First cycle : Bachelor’s degree

The aim of the Bachelor’s in Architecture is to prepare students for the Master’s course, with the Bachelor’s degree being the condition of access.

From the first year, students are immersed in the chosen option of the field of their studies: Architecture.

The main specific feature of the architecture courses is the Architecture Project, which incorporates social and cultural values, eliciting an emotional response from its users, while also meeting the functional, structural and aesthetic needs of different programmes. The learning outcomes are consistent with the “Paysage” decree (decree of 7th November 2013 defining the structure of higher education and the academic organisation of studies) and the competency framework which formulate the general objectives of the curriculum.

The different learning outcomes to be achieved are directly linked to the professional skills required for a career in architecture. This is why the course focuses on building knowledge and developing skills through various learning activities, ranging from technical to aesthetic to sociological activities.

Learning about architecture involves solving various targeted exercises and working on projects of increasing complexity throughout the “Architectural Design and Urban Planning” course in the first cycle. The learning objectives are defined to cover the different fields of the practice of architecture, both in its conceptual dimension and material reality.

The Bachelor’s in Architecture (180 credits) is based on a common core curriculum dedicated to the study of habitats and the concept of living. The exercises of the Architecture Project are designed to help the students develop a project and interpret a programme and its constraints (physical environment, orientation, functional and dimensional requirements, technical requirements, and aesthetic choices), as well as develop an architectural culture and learn the fundamental concepts of architecture necessary for creativity and personal style. Students also have to integrate the theoretical knowledge acquired in their various courses, demonstrating their ability to synthesise information. They will learn how to ask questions and develop graphical and referential research skills. This process is supported by the search for a balance between an intuitive and rational approach in order to sharpen their critical thinking through argumentation, as well as self-criticism, which is necessary in a reflexive approach. The synthesis exercises in all three blocks (end-of-year projects) are presented orally and assessed by the board (faculty members and professionals in the discipline).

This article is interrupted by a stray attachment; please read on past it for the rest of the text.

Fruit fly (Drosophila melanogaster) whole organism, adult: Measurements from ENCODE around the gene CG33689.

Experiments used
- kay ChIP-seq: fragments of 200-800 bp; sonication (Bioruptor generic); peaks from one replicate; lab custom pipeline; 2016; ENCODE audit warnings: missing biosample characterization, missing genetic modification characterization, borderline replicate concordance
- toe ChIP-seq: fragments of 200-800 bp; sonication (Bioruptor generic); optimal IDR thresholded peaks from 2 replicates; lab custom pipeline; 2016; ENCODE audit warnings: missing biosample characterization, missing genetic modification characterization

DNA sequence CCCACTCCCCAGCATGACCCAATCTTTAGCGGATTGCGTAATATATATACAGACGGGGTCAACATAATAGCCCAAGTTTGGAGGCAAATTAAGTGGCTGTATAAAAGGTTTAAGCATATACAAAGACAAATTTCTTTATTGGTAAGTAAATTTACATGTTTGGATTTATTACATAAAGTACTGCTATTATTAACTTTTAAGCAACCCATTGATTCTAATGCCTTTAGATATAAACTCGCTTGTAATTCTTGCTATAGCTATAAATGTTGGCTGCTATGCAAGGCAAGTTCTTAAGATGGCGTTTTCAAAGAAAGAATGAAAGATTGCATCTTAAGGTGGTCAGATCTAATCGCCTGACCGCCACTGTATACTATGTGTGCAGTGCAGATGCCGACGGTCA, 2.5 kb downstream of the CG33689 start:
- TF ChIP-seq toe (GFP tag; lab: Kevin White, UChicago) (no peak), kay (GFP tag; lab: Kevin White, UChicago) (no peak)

The cycle is common to all students and is broken down as follows:

Targeted exercises on the spatial creation of living spaces. These exercises are central to block 1 and teach students the basic notions of architecture: spatial representation techniques, reference study and analysis, and experimentation in existing spaces. This learning involves mastering the various graphic tools specific to the discipline (conventions and 2D-3D representation methods), mastering instruments, using study models and sketches as experimentation tools for space research, and the integration of parameters related to the dimensional requirements of the human body. These exercises also cover the foundations of metalanguage acquisition specific to the discipline (e.g.symmetry, asymmetry, balance, contrast, span, frame, axis, etc.). This course finishes at the end of the year with a creative and personal project on the theme of designing a small home on a given site.